Clothes make the man (or woman) less tasty to ticks (Spring, 2011)
May 27, 2011
Like the flowers and blooming trees that herald spring, an unwelcome pest also reappears after the long winter — the tick. Tick-borne illnesses — including Lyme disease and Rocky Mountain spotted fever — are prevalent in many parts of the U.S. and the world. Steven Meshnick, MD, PhD, professor of epidemiology at UNC’s Gillings School of Global Public Health, is determining whether clothing with built-in insect repellent will reduce the chances that people will contract tick-borne illnesses.
In a manuscript published online in the journal Vector-Borne and Zoonotic Diseases on March 11, 2011, Meshnick reports on a pilot study he conducted with epidemiology doctoral student Meagan Vaughn. The open-label pilot study followed workers in the North Carolina Division of Water Quality, some of whom wore their usual clothing and others who wore clothing treated by Insect Shield.® (“Open label,” the opposite of “double blind,” means that both researchers and participants knew which group was wearing the treated clothing.)
Based in Greensboro, N.C., Insect Shield LLC has developed clothing that provides protection against many species of insects through 70 launderings. Researchers found that people wearing Insect Shield®-treated clothing had 93 percent fewer tick bites than those using standard tick bite prevention measures (e.g., repellents applied directly to the skin).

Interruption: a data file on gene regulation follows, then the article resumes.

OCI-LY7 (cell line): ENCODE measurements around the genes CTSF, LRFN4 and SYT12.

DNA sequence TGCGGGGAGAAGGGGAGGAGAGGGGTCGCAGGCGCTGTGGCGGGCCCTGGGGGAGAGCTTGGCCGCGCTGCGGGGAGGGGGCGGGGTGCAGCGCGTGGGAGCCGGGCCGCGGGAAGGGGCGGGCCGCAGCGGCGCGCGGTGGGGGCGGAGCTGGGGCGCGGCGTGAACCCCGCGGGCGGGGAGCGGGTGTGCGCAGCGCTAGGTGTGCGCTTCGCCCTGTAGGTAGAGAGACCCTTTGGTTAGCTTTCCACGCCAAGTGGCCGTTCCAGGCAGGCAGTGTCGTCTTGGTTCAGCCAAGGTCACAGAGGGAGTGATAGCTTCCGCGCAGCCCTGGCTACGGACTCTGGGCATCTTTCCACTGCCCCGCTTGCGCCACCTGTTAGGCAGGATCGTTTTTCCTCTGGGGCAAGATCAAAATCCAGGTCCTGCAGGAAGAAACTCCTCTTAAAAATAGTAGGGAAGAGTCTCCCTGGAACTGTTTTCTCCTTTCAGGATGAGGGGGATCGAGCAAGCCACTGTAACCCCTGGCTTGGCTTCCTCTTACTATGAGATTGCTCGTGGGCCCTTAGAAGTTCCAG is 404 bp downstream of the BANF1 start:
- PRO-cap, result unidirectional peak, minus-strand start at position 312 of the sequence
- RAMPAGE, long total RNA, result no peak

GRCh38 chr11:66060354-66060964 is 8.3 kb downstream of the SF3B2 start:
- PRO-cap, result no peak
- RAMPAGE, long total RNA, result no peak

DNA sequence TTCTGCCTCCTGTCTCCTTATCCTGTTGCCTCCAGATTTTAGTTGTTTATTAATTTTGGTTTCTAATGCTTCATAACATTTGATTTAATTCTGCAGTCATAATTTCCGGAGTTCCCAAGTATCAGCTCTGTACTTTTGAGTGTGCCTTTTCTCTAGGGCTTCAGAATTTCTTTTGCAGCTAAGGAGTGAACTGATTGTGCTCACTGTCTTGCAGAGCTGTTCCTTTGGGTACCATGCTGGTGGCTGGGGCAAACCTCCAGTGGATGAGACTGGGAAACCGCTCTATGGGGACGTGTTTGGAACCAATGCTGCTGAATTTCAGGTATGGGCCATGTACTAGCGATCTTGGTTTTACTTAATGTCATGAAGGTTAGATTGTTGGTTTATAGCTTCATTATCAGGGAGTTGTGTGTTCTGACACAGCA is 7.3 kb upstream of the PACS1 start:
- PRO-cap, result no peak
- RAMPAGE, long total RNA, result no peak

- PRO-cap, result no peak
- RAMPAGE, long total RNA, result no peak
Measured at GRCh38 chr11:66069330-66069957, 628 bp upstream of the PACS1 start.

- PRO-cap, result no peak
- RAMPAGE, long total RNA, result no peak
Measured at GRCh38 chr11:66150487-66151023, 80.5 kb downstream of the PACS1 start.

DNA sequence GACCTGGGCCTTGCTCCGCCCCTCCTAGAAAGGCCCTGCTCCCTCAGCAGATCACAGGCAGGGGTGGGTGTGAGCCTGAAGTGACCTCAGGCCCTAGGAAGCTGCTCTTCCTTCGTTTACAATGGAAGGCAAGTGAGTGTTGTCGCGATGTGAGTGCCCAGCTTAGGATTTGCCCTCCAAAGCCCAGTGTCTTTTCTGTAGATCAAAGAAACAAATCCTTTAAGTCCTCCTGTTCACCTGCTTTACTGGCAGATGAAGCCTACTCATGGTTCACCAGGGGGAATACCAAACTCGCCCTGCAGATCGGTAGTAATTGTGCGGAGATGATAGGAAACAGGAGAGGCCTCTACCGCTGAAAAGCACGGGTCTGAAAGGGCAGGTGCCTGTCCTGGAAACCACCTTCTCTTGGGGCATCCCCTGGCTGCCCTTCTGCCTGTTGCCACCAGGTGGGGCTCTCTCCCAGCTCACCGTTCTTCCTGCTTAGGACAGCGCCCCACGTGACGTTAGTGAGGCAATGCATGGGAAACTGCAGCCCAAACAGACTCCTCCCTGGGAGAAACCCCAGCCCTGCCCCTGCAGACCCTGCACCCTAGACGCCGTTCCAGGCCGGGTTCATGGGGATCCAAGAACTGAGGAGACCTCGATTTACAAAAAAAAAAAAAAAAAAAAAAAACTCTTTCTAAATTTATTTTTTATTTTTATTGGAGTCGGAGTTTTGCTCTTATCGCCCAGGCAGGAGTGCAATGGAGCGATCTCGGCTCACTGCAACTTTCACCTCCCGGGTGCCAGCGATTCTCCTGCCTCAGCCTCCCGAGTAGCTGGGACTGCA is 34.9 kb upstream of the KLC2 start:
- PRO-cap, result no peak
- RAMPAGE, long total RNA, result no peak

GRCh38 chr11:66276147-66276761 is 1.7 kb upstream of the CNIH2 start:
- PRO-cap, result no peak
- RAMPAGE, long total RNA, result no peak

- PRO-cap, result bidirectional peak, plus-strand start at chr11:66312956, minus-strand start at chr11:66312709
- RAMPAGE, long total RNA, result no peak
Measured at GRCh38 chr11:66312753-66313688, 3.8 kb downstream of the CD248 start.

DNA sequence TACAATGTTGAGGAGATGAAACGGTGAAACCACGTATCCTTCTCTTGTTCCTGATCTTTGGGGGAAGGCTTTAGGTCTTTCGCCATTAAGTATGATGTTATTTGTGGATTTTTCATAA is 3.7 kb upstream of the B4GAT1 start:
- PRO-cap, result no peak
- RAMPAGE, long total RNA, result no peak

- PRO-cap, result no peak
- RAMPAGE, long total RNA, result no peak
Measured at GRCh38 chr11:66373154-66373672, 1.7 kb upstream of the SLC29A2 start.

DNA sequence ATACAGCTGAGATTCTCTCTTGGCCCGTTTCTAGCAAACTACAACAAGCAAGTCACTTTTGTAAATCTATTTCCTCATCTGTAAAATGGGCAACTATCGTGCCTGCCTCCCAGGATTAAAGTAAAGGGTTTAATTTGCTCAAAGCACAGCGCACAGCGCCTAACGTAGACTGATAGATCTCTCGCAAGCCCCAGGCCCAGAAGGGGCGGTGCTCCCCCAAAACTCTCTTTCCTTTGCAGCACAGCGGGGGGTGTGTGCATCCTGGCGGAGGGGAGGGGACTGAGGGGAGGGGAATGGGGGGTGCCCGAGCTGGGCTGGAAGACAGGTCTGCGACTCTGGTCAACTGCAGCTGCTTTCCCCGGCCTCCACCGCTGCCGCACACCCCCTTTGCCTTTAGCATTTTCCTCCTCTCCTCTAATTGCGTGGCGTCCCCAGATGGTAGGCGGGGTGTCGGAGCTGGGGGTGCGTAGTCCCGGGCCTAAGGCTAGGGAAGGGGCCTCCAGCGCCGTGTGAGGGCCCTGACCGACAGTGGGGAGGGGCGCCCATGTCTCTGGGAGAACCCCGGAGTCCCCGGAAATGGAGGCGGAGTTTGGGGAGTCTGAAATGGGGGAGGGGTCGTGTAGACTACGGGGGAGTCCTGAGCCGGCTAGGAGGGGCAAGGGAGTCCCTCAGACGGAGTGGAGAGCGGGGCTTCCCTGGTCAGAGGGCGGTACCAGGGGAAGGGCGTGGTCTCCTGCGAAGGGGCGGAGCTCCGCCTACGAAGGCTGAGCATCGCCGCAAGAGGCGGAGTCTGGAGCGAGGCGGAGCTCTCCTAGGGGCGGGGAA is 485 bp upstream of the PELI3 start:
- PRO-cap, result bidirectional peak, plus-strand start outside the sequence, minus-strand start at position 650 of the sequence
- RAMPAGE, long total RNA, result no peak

Based on results of that study, Meshnick and Vaughn received a $1.2 million, fouryear grant from the U.S. Centers for Disease Control and Prevention’s National Institute for Occupational Safety and Health to fund a double-blind, randomized controlled study, “Preventing Exposure to Ticks and Tickborne Illness in Outdoor Workers.” The study has enrolled more than 120 state forestry and park rangers and wildlife workers who sent their uniforms to Insect Shield LLC but don’t know whether they are among the half whose uniforms were treated. Researchers will follow workers to get accurate counts of tick bites and tick-borne disease.
“We think this will work, but we want to prove it,” says Meshnick. “We believe this is a fairly cost-effective way to protect people from tick-borne disease because it kills the tick before it can bite in the first place.”
Meshnick, who also conducts research in developing countries, says that if this study proves the efficacy of Insect Shield® clothing for preventing tick bites, the next step will be to test whether it works against mosquitoes. “In the long term, we want to see whether [the treated clothing] can prevent other insect-borne diseases, such as malaria, which is found in many developing and poor countries.”
– Michele Lynn
Carolina Public Health is a publication of the University of North Carolina at Chapel Hill Gillings School of Global Public Health. To view previous issues, please visit www.sph.unc.edu/cph.